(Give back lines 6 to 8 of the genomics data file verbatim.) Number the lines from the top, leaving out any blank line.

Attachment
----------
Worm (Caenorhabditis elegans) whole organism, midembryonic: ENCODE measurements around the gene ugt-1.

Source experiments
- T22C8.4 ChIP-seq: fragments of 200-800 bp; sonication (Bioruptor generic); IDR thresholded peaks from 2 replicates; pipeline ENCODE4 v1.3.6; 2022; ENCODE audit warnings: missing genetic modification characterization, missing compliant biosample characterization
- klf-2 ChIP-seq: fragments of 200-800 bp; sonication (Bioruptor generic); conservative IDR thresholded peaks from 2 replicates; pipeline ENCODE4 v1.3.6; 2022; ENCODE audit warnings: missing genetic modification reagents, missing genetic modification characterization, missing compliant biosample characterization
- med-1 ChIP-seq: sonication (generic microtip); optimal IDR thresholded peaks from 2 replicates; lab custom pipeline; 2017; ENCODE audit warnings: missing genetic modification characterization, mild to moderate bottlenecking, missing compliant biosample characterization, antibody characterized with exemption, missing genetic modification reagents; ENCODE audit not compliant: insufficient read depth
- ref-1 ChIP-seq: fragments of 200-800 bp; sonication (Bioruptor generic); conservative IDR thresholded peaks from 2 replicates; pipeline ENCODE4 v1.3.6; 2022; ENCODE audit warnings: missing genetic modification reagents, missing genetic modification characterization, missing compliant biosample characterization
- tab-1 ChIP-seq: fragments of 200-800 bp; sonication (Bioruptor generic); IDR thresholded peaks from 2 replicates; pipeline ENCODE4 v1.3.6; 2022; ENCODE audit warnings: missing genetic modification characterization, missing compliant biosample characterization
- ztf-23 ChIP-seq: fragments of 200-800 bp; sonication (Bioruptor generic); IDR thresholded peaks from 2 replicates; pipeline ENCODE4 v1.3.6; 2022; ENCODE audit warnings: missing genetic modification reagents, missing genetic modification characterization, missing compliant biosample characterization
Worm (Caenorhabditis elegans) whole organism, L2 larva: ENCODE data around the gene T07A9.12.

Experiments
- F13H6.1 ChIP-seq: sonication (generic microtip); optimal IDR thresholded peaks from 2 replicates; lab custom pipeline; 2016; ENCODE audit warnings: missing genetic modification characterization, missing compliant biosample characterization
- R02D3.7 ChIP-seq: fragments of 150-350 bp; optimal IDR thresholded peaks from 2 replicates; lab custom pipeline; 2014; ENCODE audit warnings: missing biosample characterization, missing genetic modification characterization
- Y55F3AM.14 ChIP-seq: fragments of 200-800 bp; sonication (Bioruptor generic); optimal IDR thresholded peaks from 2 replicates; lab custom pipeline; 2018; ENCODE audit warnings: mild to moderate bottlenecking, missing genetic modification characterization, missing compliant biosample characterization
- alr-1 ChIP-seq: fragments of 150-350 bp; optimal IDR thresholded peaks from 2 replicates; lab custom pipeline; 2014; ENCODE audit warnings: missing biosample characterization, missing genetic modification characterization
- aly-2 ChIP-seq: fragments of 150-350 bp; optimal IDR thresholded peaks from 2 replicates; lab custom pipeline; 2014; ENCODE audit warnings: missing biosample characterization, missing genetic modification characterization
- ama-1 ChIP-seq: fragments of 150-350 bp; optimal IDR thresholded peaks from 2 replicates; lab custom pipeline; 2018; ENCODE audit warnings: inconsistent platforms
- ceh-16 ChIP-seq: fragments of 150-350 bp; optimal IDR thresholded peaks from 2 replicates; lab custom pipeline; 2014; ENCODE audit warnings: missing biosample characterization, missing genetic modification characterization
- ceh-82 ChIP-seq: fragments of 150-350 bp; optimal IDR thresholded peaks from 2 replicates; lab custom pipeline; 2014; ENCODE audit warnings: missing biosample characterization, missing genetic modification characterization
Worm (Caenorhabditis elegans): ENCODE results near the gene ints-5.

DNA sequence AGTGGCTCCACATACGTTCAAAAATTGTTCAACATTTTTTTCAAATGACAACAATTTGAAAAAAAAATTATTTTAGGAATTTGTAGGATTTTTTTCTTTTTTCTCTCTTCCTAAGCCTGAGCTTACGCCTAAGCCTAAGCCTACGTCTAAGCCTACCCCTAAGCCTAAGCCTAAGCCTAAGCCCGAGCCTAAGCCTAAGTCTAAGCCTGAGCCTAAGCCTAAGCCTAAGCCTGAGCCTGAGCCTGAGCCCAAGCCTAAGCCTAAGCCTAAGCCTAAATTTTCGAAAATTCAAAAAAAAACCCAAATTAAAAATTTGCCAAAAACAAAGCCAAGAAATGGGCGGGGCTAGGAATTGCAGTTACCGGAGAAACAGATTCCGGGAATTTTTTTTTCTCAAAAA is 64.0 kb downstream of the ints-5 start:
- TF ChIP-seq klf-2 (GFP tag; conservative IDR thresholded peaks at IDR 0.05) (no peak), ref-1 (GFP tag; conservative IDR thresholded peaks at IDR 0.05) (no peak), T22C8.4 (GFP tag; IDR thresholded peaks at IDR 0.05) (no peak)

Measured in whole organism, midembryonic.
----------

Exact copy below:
- ref-1 ChIP-seq: fragments of 200-800 bp; sonication (Bioruptor generic); conservative IDR thresholded peaks from 2 replicates; pipeline ENCODE4 v1.3.6; 2022; ENCODE audit warnings: missing genetic modification reagents, missing genetic modification characterization, missing compliant biosample characterization
- tab-1 ChIP-seq: fragments of 200-800 bp; sonication (Bioruptor generic); IDR thresholded peaks from 2 replicates; pipeline ENCODE4 v1.3.6; 2022; ENCODE audit warnings: missing genetic modification characterization, missing compliant biosample characterization
- ztf-23 ChIP-seq: fragments of 200-800 bp; sonication (Bioruptor generic); IDR thresholded peaks from 2 replicates; pipeline ENCODE4 v1.3.6; 2022; ENCODE audit warnings: missing genetic modification reagents, missing genetic modification characterization, missing compliant biosample characterization